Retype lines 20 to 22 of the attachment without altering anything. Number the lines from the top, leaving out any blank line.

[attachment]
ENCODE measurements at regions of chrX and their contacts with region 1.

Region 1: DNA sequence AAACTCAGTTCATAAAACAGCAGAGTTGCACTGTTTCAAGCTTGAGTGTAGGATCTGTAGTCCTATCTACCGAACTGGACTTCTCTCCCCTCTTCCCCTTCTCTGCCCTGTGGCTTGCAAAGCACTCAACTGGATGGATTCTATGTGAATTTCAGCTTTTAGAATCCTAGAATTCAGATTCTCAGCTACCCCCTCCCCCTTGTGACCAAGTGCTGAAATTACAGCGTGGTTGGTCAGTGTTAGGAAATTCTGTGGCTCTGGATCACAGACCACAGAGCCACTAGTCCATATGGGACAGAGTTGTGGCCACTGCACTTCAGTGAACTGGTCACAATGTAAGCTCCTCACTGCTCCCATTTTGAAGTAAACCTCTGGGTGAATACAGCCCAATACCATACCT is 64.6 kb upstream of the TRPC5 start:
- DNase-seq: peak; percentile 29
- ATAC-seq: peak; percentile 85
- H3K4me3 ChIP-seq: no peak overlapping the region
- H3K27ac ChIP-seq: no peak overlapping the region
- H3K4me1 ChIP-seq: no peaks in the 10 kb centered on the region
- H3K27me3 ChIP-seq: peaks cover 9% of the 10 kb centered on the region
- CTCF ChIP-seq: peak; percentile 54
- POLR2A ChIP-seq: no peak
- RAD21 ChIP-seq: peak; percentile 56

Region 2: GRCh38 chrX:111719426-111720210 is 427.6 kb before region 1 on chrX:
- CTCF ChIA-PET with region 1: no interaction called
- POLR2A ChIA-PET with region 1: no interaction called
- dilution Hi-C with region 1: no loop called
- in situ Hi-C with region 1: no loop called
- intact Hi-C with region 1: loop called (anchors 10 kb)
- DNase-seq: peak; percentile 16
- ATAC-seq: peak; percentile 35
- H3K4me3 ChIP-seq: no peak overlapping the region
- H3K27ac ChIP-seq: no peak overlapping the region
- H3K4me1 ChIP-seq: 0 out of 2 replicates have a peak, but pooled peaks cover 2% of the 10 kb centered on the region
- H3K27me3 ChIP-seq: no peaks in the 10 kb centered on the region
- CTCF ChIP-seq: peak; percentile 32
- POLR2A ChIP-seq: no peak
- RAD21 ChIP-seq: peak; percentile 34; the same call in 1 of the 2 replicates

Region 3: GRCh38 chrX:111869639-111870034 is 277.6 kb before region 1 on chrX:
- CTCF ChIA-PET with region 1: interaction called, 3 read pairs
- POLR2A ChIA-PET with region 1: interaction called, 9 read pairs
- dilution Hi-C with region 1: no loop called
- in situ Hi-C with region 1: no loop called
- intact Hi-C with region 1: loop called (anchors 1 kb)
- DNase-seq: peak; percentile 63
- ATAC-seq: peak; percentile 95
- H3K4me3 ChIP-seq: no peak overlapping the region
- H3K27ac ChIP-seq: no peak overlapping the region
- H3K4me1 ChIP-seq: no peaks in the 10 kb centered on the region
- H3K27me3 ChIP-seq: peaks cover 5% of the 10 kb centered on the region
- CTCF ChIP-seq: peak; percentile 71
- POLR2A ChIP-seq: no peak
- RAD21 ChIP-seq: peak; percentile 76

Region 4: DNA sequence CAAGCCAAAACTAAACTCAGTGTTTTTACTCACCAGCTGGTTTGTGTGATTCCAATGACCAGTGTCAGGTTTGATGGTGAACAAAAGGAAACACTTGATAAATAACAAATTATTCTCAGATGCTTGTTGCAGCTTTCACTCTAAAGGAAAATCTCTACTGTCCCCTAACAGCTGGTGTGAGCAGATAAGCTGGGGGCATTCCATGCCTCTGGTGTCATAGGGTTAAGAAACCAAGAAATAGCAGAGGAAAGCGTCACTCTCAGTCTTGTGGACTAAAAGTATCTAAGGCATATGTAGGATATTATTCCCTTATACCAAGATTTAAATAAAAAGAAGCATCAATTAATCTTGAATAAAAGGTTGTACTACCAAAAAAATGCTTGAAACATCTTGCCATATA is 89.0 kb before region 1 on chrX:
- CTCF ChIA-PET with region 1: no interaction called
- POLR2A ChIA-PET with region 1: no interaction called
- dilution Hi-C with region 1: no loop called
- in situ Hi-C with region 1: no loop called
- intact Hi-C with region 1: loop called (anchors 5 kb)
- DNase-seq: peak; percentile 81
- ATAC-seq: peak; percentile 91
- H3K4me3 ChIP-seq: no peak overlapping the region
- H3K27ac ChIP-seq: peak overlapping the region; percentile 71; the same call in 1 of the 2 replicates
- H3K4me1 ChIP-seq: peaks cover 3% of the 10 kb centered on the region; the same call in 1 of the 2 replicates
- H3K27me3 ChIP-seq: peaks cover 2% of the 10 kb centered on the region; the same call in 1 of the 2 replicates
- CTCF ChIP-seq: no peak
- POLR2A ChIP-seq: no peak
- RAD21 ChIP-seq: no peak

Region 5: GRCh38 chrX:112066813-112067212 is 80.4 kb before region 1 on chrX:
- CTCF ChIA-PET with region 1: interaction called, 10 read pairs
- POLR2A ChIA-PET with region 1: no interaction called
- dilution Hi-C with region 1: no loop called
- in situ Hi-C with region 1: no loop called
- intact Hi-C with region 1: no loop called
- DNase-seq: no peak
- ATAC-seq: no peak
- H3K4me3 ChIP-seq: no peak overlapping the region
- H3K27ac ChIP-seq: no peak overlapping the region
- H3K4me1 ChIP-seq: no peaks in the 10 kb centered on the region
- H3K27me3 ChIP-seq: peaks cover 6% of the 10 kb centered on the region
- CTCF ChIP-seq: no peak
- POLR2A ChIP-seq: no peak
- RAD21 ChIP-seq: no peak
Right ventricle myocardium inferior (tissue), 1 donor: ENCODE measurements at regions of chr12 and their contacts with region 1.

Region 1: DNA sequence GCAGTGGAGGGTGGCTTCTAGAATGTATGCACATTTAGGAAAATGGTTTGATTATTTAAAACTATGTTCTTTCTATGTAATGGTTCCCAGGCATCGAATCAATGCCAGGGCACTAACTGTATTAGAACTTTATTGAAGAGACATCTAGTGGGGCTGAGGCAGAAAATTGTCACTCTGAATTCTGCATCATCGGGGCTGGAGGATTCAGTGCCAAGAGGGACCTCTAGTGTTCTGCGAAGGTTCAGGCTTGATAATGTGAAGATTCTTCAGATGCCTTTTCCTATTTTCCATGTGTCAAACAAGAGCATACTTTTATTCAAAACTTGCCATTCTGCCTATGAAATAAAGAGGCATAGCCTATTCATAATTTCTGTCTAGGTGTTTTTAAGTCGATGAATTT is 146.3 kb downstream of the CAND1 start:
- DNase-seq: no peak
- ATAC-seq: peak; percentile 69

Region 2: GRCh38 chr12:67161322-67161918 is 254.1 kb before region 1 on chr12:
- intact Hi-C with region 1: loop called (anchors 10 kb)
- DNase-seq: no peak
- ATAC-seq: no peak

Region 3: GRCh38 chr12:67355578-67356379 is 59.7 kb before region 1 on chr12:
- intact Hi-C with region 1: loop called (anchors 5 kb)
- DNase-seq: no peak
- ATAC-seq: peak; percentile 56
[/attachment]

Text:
- H3K4me3 ChIP-seq: no peak overlapping the region
- H3K27ac ChIP-seq: no peak overlapping the region
- H3K4me1 ChIP-seq: 0 out of 2 replicates have a peak, but pooled peaks cover 2% of the 10 kb centered on the region